Platforms, Social & Selfish

I put the posts that are up here so far, up in the last week. I spent last Thursday shuffling through all the platform choices for where to host this thing:

  • Facebook
  • Twitter
  • Plurk
  • Instagram
  • Tumblr
  • Flickr
  • WordPress as viewed on a phone (light option)

Facebook vs Twitter

I’ve always loved Twitter and I’ve always hated Facebook. But I realized some time back that there is massive engagement on Facebook. Twitter seems to work for some peeps out there, but I’ve never found real connection or good interaction there.

If what I care about is eyeballs on my content, then it has to be Facebook.

But Facebook is ugly. Not to mention a monster. Spending a day thinking through all the choices, I realized that something that looks good to me is more import to me than how many people see it. Facebook & Twitter are out.


AFAIK, IRL nobody actually uses Plurk. But for SL, Plurk has always been huge. Kind of the way that IRL IG has crushed Flickr, but for we avatars, Flickr dominates.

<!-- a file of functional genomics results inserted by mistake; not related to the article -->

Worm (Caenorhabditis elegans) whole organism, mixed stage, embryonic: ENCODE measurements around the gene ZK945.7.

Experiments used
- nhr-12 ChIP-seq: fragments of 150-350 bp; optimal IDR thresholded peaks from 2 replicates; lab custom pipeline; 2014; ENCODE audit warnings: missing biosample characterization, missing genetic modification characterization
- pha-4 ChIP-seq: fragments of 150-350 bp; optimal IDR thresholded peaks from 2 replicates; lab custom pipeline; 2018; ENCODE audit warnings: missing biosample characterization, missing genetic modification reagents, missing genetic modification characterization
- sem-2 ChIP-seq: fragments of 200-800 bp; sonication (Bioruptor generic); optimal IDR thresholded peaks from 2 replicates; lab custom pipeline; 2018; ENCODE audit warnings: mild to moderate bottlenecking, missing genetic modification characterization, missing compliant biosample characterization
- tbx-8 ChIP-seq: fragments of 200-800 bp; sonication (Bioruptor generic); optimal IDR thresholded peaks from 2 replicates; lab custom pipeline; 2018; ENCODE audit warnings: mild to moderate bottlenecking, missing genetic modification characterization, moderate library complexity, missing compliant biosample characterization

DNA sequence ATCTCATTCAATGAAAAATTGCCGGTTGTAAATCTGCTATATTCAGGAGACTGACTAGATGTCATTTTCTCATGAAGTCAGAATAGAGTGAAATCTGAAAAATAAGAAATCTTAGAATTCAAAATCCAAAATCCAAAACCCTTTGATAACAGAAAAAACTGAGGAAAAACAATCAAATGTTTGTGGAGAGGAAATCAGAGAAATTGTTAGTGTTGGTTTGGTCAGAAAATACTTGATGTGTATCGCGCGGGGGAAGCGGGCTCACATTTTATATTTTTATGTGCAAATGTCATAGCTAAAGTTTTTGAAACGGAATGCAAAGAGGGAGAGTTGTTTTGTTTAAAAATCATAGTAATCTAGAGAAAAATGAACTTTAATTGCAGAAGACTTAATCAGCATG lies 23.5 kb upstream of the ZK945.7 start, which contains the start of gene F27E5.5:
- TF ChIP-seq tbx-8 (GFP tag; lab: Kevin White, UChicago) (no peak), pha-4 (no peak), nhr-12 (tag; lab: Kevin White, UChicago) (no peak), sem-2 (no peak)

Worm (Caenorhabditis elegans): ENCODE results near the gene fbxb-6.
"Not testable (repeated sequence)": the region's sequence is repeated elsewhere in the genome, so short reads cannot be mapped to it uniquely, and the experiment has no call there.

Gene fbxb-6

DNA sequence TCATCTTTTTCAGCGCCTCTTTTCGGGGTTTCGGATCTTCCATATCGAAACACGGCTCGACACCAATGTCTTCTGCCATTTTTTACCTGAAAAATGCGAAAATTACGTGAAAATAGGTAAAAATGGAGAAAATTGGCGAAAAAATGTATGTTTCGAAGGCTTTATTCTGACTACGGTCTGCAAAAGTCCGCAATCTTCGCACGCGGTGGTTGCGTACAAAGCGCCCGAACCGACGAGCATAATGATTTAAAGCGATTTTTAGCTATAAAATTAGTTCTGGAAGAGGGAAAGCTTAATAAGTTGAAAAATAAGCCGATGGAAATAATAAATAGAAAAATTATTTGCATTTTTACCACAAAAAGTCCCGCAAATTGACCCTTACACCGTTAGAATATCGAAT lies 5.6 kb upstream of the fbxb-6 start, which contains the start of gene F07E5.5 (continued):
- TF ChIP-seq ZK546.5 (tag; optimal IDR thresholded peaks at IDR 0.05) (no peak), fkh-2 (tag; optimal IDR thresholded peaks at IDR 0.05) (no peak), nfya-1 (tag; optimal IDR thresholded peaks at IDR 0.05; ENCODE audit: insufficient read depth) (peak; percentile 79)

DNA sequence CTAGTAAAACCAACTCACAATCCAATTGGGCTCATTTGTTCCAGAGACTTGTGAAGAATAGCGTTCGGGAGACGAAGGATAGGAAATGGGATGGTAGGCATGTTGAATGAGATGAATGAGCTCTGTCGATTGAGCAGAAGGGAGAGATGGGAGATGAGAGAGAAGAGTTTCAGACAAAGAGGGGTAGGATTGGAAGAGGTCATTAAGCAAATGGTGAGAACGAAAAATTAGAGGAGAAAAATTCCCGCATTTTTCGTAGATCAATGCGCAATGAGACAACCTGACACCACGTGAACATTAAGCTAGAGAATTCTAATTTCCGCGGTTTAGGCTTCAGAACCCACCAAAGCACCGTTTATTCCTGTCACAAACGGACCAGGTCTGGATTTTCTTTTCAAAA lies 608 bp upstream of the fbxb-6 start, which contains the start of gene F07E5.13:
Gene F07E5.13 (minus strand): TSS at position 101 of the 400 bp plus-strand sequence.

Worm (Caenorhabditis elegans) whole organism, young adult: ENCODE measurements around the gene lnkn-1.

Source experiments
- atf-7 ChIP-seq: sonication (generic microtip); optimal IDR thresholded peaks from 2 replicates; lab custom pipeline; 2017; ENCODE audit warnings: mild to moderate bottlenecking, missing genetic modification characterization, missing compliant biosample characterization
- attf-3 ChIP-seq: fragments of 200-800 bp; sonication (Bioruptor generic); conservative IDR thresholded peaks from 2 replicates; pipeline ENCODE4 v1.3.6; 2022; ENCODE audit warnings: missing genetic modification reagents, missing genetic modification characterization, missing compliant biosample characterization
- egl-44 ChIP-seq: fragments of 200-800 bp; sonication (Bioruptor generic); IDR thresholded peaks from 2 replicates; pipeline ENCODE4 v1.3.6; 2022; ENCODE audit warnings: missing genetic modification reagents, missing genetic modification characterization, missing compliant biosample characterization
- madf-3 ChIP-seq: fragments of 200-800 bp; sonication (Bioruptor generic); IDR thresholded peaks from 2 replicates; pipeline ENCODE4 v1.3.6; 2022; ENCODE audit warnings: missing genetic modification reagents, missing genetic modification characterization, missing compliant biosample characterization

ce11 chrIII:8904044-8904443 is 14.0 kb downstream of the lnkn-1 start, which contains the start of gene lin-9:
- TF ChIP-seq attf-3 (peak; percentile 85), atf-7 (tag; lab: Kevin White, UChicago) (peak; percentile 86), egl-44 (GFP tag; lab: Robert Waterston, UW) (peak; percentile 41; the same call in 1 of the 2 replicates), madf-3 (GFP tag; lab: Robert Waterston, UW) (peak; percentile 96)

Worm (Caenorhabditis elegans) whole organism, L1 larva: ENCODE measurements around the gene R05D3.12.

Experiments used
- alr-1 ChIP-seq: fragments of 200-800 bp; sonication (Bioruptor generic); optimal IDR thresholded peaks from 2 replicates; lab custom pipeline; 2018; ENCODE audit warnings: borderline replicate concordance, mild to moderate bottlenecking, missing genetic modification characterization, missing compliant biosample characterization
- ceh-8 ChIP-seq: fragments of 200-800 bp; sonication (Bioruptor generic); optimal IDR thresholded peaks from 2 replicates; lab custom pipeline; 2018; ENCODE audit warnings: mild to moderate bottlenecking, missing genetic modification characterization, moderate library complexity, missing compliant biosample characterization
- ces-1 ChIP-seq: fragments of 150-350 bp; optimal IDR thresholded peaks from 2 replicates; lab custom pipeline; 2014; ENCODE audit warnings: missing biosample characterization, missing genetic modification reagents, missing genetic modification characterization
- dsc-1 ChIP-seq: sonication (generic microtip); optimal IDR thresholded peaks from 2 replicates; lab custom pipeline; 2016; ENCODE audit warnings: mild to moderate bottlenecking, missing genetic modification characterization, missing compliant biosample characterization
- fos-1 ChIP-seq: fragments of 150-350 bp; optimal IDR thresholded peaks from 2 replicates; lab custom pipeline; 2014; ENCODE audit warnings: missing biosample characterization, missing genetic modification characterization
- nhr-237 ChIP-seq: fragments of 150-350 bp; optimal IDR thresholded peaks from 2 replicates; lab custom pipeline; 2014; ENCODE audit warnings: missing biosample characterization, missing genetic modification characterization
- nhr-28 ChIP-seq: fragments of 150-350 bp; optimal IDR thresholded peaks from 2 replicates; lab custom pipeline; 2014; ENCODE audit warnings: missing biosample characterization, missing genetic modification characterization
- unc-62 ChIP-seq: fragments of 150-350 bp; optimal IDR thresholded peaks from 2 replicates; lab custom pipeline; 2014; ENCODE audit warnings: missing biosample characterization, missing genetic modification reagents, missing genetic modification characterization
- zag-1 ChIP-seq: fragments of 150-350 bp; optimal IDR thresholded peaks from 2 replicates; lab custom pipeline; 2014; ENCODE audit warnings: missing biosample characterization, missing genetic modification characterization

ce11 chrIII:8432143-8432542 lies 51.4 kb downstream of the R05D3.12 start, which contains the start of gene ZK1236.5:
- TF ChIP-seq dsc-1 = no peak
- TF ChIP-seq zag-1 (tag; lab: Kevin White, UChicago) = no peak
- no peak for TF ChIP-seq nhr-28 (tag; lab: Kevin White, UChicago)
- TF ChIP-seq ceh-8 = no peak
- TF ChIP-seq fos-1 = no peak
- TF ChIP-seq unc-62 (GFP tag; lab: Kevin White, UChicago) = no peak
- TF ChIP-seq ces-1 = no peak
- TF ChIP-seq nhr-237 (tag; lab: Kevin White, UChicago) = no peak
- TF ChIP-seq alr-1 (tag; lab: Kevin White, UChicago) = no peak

I started to poke around Plurk to see if it’s still popular with the SL crowd or not. Before I could actually answer that question, I was reminded of how much I hate Plurk. The interface has some truly interesting ideas in it, but it’s mired in this confusing, off-putting morass of screen-chaos. Why would I bother committing my digital life to that? Regardless of how many avatar eyeballs may or may not still be there?

Instagram vs Flickr

I’ve always hated Instagram and loved Flickr. IRL, Flickr is in sad, sad shape. But for avatars, it’s the place to go! Flickr hosts an astonishing number of SL avatars, SL photos, and SL photo groups.

I searched Flickr for groups on a few different virtual worlds:

  • World of Warcraft – 11 groups
  • Minecraft – 2 groups
  • Fortnite – 0 groups
  • Second Life – 3,319 groups

Flickr & Tumblr

Flickr & Tumblr were both so cool once. Then they suffered through years of neglect and abuse at Yahoo. They’re still kind of cool. SmugMug wound up buying Flickr. Automattic bought Tumblr. Both platforms were good choices for hosting these moments of my virtual life.

Flickr is fantastic. And, after Facebook, the most engagement an avatar is going to find for their glorious selfies. I like Flickr a lot more than FB, so it was a real option. The layout is… fine. It’s a good way to look at a lot of images on your screen. But it’s not elegant. It’s not ugly. But it doesn’t treat each image with the care and handling I’d like.